A 1979 article, New Perspectives on Rochefort's Warrior, relates that Genevieve is given the choice of either responding to the abuse as a "real woman" and patiently mending the abuser with love, or believing she is herself mad to be involved with Renaud, deriving pleasure from some of his cruelties. When Genevieve is made ill by Renaud's abusiveness, he decides to reform. Genevieve should be happy but instead she is disappointed by looming middle-class conformity and doesn't understand this. She is reassured however, that she was right to stick by Renaud, for she saved him in the end.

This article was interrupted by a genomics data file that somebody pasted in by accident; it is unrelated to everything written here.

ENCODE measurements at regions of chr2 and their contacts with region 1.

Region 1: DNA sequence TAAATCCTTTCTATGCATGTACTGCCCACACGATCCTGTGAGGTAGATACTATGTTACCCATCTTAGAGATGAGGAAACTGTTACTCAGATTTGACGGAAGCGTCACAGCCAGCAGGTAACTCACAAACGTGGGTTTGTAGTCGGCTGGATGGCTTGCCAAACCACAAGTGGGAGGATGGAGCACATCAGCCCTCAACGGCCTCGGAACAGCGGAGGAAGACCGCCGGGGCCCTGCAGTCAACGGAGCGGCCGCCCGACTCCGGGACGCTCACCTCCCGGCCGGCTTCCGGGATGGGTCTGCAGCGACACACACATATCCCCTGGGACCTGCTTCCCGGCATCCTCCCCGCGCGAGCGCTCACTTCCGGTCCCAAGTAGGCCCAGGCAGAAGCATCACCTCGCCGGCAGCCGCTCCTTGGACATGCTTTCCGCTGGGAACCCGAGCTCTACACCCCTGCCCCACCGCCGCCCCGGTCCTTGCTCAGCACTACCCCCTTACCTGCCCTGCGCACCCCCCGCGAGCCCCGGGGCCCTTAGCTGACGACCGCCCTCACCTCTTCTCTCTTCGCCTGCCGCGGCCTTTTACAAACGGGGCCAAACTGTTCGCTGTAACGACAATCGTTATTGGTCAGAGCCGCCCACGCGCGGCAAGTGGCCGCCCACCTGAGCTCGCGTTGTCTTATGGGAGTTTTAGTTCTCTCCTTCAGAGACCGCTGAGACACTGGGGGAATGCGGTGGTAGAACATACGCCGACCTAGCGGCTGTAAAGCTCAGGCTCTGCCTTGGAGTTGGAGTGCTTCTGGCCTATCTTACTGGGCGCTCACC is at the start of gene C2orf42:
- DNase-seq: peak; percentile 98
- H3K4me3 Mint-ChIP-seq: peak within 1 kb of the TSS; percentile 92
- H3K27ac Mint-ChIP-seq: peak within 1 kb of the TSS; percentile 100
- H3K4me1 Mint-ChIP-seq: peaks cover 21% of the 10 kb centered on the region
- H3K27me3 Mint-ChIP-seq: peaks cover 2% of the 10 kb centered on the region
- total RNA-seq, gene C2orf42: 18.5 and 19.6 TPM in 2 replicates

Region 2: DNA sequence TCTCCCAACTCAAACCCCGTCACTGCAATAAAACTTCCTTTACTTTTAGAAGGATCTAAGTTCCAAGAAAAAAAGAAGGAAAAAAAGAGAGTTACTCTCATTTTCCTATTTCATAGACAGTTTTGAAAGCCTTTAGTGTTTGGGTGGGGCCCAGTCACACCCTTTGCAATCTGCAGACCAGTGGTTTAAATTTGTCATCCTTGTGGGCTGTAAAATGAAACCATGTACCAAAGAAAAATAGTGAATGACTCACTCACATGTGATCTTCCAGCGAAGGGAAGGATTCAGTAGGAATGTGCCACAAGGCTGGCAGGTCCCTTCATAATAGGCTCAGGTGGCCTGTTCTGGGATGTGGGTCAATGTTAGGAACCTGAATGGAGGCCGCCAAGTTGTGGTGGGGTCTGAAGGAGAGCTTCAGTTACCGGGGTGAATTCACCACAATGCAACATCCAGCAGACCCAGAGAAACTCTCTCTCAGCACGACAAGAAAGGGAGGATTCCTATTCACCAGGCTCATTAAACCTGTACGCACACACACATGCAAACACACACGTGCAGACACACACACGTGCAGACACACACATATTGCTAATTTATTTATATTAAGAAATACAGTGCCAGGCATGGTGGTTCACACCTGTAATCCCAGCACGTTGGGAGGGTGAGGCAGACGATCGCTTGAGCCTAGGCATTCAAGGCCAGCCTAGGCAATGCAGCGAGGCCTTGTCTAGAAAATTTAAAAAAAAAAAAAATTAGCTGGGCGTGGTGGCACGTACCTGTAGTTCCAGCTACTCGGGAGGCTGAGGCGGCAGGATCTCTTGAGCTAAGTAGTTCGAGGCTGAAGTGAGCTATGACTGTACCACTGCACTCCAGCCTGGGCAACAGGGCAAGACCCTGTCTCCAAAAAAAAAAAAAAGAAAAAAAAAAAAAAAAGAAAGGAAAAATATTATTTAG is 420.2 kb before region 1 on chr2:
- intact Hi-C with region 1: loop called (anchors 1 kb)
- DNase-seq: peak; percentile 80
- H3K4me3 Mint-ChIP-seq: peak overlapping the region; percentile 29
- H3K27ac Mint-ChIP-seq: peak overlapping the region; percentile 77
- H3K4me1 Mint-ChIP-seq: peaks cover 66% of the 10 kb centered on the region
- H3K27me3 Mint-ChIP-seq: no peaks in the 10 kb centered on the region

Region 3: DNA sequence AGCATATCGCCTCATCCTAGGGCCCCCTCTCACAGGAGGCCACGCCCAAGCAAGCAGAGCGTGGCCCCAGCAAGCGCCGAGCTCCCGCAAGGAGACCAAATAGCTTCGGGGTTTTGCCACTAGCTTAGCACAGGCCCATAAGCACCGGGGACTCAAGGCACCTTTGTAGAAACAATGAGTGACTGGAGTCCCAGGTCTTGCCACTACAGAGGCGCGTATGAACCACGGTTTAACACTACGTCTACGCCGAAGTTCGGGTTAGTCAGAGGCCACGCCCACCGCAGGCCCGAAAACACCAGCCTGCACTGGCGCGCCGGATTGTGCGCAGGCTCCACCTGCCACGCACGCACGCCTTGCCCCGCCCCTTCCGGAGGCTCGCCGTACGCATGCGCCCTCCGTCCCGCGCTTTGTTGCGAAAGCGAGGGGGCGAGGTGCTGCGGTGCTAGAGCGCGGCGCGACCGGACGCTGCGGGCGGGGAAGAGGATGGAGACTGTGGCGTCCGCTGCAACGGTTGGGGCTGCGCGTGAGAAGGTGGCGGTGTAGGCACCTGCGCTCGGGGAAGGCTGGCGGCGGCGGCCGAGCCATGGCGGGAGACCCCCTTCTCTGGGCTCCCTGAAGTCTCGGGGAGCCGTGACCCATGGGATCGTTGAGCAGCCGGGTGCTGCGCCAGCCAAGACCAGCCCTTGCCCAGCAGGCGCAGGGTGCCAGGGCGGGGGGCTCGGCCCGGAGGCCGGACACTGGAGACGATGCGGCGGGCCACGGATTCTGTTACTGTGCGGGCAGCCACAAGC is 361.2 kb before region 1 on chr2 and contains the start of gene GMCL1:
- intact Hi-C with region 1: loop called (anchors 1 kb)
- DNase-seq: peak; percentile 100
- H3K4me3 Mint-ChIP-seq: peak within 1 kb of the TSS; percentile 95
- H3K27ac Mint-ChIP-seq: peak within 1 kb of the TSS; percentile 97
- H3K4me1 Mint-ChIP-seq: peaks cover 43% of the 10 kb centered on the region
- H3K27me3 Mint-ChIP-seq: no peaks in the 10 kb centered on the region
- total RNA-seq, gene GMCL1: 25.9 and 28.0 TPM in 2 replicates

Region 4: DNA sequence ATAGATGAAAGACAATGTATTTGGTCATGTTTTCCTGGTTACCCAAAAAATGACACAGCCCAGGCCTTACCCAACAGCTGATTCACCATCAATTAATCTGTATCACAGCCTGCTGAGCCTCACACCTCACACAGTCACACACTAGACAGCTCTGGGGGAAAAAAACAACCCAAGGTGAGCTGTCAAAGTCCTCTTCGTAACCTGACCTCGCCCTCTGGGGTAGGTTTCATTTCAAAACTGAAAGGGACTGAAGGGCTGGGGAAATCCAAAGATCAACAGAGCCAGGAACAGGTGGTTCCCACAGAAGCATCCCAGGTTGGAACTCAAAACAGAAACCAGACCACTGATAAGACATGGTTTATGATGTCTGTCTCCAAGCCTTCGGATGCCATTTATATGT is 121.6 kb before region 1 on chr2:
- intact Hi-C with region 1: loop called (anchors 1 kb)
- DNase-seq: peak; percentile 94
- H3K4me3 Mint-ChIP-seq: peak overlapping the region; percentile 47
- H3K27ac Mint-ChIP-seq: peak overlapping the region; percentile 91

Another description of the book, by Pamela Fries Paine, states Genevieve understands she has murdered Renaud, the poet and artist, by demanding he go to a clinic and stop drinking.

Pamela's paper reveals that Renaud is a pseudo-writer, and that the only thing he writes for his novel, the sentence that is repeated several times on a single page, is indeed, as in the movie, "la marquise sortit à cinq heures".